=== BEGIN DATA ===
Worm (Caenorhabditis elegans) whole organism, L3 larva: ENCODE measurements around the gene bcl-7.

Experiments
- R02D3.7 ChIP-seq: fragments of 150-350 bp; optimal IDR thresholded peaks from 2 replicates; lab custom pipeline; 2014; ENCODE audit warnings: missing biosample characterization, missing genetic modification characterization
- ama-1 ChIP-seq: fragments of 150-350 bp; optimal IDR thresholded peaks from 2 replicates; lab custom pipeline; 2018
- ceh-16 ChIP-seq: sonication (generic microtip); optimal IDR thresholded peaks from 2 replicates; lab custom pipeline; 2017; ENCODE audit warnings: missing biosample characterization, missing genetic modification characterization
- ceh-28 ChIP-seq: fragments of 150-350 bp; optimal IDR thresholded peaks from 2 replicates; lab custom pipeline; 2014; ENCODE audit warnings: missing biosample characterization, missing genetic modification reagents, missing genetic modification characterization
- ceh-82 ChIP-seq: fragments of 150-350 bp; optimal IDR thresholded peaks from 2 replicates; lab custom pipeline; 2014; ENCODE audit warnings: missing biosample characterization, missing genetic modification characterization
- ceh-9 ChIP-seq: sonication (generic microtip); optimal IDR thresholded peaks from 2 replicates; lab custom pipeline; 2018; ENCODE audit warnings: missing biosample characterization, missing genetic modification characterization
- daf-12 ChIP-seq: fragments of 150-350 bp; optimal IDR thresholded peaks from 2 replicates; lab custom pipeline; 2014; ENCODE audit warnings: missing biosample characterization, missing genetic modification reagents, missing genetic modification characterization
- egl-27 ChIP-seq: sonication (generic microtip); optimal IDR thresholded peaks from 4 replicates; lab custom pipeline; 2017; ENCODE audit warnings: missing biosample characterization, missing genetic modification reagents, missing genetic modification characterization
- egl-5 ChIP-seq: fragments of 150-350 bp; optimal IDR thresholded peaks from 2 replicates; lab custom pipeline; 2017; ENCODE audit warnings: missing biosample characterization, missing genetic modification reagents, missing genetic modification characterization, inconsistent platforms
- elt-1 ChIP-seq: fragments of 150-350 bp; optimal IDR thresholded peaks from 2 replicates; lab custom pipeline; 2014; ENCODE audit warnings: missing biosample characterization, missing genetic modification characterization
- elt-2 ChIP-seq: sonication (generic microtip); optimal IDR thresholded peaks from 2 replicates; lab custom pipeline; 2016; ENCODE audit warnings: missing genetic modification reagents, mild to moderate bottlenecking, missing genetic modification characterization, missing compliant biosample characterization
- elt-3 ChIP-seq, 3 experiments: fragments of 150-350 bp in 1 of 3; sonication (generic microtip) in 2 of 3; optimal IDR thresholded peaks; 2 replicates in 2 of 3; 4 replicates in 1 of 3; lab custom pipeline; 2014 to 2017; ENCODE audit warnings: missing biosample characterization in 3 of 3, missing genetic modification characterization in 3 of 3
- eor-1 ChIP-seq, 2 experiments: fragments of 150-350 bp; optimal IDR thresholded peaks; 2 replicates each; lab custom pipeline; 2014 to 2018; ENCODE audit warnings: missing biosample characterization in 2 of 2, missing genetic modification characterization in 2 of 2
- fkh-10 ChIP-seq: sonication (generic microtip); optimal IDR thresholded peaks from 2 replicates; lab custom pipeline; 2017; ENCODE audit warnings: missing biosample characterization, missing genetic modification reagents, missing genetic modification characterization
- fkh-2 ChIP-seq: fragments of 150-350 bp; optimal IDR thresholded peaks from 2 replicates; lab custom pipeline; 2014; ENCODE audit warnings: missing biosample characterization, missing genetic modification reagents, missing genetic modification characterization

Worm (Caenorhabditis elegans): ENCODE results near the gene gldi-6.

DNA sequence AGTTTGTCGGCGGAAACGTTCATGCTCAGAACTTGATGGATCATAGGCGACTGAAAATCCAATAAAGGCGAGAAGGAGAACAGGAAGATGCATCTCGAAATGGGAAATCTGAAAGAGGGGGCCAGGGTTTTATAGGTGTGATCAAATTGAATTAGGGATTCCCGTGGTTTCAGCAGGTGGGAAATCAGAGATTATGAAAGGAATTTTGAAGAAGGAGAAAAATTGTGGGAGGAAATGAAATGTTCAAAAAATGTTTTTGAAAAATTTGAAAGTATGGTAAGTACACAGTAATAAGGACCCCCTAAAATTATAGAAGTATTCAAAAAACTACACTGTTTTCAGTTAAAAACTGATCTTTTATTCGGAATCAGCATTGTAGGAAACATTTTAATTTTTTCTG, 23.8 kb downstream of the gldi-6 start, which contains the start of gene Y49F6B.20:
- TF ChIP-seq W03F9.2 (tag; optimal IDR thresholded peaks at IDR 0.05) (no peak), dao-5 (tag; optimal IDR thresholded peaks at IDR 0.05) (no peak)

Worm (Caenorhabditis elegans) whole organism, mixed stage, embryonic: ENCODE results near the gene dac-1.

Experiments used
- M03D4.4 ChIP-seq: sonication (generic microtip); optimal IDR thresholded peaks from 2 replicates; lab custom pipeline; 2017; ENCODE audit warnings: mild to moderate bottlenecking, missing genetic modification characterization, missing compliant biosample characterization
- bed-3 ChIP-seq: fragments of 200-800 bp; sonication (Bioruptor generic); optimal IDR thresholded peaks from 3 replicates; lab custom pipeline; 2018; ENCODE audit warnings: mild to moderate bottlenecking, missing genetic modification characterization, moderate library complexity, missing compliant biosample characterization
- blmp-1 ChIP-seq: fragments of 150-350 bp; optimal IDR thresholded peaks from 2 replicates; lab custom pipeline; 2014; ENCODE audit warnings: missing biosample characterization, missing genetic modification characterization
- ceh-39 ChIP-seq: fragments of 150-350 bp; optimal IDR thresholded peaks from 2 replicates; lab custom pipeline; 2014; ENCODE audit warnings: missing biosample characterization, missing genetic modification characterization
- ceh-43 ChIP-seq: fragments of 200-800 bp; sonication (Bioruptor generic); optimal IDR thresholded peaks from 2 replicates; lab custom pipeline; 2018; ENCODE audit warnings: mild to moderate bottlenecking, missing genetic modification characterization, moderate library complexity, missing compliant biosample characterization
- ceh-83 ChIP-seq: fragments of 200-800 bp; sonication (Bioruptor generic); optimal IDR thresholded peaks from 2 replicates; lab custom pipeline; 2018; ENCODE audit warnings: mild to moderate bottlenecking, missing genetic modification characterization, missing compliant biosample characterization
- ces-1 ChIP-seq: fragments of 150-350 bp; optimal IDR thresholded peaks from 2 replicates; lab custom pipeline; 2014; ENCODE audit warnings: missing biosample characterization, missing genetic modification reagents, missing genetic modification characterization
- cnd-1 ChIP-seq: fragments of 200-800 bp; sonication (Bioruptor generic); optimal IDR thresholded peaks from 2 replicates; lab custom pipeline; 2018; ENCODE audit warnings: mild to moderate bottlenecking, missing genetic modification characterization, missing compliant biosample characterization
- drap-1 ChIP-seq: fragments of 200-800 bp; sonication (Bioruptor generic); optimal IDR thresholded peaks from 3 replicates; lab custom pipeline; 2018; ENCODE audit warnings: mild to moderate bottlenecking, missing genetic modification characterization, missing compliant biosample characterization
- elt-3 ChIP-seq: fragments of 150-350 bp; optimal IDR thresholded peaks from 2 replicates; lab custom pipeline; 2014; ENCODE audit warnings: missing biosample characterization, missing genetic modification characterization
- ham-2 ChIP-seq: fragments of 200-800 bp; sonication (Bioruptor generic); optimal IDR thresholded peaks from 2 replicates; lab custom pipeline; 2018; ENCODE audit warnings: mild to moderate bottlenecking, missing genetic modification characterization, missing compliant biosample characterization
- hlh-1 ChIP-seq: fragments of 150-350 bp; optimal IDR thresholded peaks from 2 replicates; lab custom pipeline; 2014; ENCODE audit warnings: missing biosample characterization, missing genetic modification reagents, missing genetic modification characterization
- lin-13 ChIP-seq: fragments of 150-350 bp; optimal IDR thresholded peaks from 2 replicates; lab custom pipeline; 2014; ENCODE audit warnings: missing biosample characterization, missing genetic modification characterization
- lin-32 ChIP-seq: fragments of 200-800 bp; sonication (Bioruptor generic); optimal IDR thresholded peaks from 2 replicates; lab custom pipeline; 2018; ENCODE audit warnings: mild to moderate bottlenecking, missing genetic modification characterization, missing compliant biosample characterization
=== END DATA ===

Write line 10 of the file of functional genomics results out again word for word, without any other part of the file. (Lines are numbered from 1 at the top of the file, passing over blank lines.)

- egl-27 ChIP-seq: sonication (generic microtip); optimal IDR thresholded peaks from 4 replicates; lab custom pipeline; 2017; ENCODE audit warnings: missing biosample characterization, missing genetic modification reagents, missing genetic modification characterization